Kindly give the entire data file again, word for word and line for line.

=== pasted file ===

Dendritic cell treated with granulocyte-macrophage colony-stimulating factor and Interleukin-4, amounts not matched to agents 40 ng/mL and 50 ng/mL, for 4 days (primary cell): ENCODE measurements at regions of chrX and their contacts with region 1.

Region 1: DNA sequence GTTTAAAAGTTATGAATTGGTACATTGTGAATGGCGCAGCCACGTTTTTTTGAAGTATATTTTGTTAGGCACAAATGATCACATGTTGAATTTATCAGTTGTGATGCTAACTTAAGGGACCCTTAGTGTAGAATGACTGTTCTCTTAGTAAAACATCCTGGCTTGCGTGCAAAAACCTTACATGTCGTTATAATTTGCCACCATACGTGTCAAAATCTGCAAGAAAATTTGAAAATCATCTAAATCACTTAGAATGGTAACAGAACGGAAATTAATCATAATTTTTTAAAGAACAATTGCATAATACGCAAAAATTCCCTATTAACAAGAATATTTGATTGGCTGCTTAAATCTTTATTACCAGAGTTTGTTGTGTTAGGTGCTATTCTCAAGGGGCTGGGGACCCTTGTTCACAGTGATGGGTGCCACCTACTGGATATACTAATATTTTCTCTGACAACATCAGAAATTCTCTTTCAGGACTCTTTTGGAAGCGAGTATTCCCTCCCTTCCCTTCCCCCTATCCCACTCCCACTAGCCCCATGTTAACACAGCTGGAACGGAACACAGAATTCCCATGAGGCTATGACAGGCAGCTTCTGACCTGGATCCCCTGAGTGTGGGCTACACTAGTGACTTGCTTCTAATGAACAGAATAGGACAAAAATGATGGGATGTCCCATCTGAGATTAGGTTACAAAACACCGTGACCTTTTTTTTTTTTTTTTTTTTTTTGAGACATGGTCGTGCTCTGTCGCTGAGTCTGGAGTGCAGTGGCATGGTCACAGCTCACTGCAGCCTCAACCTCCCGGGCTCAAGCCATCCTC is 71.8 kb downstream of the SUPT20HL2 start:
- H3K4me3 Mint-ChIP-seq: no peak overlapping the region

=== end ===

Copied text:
Dendritic cell treated with granulocyte-macrophage colony-stimulating factor and Interleukin-4, amounts not matched to agents 40 ng/mL and 50 ng/mL, for 4 days (primary cell): ENCODE measurements at regions of chrX and their contacts with region 1.

Region 1: DNA sequence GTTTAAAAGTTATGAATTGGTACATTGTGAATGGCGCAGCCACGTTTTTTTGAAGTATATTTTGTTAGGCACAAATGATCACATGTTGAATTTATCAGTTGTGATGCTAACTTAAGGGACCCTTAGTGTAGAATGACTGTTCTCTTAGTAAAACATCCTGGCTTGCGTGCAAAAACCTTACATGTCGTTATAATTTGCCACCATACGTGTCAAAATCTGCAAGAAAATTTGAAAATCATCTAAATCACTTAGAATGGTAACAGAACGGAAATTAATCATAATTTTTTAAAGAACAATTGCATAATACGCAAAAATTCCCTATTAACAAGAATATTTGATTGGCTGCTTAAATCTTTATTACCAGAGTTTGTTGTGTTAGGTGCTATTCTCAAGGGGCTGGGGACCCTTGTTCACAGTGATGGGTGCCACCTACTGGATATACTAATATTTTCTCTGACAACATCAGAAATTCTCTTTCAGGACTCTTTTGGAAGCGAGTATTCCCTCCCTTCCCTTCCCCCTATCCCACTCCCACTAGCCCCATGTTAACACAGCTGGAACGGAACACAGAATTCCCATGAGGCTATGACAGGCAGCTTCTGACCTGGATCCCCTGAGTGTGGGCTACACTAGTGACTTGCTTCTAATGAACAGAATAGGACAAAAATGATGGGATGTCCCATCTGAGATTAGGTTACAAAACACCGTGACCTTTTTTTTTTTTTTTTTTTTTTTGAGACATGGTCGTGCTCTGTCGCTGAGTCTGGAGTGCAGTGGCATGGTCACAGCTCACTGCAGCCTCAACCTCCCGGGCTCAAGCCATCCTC is 71.8 kb downstream of the SUPT20HL2 start:
- H3K4me3 Mint-ChIP-seq: no peak overlapping the region